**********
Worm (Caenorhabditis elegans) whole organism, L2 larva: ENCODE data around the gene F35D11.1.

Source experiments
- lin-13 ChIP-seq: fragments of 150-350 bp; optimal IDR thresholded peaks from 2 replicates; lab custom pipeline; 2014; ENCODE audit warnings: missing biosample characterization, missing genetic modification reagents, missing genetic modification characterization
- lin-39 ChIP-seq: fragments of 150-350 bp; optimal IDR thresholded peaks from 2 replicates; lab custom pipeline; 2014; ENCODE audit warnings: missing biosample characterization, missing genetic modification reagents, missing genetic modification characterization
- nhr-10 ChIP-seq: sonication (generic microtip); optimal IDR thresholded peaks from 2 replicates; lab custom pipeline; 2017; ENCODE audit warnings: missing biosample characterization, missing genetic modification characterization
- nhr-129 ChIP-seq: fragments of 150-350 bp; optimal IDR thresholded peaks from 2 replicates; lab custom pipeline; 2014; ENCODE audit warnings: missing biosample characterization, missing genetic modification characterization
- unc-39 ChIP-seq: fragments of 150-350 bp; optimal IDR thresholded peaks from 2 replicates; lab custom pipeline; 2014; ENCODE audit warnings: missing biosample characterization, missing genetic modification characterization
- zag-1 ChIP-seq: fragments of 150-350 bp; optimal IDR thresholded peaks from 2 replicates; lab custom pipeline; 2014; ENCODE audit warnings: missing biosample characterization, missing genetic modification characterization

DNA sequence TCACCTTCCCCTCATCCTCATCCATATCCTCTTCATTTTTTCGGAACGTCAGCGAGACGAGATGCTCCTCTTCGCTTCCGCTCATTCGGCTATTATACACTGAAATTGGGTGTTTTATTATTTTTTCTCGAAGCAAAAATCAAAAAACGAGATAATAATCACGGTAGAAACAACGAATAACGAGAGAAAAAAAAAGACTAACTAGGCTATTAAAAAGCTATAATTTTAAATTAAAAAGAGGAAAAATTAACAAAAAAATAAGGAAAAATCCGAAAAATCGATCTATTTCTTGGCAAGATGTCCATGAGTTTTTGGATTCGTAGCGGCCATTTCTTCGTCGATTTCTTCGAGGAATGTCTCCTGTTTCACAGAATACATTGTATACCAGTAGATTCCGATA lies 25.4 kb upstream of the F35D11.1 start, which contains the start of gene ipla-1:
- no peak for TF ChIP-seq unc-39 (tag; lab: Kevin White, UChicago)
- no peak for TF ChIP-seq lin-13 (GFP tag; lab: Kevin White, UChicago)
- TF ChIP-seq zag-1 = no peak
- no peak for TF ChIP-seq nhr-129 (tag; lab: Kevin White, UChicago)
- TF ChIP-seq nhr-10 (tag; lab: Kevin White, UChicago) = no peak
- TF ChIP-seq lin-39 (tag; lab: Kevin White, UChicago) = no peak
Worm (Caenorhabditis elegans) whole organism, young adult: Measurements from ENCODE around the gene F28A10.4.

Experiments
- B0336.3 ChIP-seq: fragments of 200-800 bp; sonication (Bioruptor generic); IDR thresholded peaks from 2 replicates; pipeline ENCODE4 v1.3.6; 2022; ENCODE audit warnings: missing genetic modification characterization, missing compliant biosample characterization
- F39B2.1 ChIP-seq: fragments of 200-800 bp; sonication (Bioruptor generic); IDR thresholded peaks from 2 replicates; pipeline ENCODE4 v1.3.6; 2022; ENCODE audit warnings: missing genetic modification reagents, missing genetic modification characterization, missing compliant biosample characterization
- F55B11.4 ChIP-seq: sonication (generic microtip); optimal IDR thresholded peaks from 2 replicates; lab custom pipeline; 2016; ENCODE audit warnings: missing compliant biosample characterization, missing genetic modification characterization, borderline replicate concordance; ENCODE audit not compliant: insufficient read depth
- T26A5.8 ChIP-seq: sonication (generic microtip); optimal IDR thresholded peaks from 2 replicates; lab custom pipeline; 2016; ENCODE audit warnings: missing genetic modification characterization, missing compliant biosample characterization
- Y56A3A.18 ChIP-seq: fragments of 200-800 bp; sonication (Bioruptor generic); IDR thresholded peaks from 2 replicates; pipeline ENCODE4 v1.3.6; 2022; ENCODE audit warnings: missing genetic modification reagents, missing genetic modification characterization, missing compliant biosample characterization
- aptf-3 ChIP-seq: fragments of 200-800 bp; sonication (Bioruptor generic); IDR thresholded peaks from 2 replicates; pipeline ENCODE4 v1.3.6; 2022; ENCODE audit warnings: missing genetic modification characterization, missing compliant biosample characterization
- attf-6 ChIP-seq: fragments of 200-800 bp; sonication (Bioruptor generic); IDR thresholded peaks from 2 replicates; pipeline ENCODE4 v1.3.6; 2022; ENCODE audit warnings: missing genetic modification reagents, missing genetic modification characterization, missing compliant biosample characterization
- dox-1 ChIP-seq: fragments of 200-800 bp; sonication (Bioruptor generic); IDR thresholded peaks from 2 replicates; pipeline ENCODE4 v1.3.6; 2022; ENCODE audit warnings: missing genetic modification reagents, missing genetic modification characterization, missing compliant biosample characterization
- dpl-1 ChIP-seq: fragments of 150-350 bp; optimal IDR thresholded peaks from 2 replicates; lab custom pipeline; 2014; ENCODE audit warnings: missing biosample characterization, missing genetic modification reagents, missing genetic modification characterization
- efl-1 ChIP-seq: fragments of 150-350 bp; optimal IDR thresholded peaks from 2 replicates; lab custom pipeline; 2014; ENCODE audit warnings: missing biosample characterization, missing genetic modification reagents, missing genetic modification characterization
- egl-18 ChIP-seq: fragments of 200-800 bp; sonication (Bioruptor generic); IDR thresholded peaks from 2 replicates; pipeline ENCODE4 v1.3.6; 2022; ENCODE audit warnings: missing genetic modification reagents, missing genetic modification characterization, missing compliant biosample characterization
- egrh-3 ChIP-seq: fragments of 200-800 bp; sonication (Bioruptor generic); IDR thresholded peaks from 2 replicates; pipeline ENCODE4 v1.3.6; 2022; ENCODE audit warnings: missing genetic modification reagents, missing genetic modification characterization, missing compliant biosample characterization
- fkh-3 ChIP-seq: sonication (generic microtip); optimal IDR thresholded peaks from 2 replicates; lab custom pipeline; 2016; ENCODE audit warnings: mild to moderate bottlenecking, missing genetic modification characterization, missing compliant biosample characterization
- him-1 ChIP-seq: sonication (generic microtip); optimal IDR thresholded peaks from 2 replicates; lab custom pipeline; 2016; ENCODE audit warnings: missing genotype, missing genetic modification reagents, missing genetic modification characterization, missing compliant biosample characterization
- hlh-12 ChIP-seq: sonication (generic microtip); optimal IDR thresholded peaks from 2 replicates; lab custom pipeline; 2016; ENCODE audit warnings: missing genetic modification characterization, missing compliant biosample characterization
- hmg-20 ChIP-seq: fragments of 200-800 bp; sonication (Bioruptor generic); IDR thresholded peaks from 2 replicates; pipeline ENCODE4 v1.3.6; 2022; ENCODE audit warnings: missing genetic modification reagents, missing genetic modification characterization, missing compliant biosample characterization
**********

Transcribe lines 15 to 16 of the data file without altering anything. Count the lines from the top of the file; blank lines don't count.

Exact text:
- TF ChIP-seq lin-39 (tag; lab: Kevin White, UChicago) = no peak
Worm (Caenorhabditis elegans) whole organism, young adult: Measurements from ENCODE around the gene F28A10.4.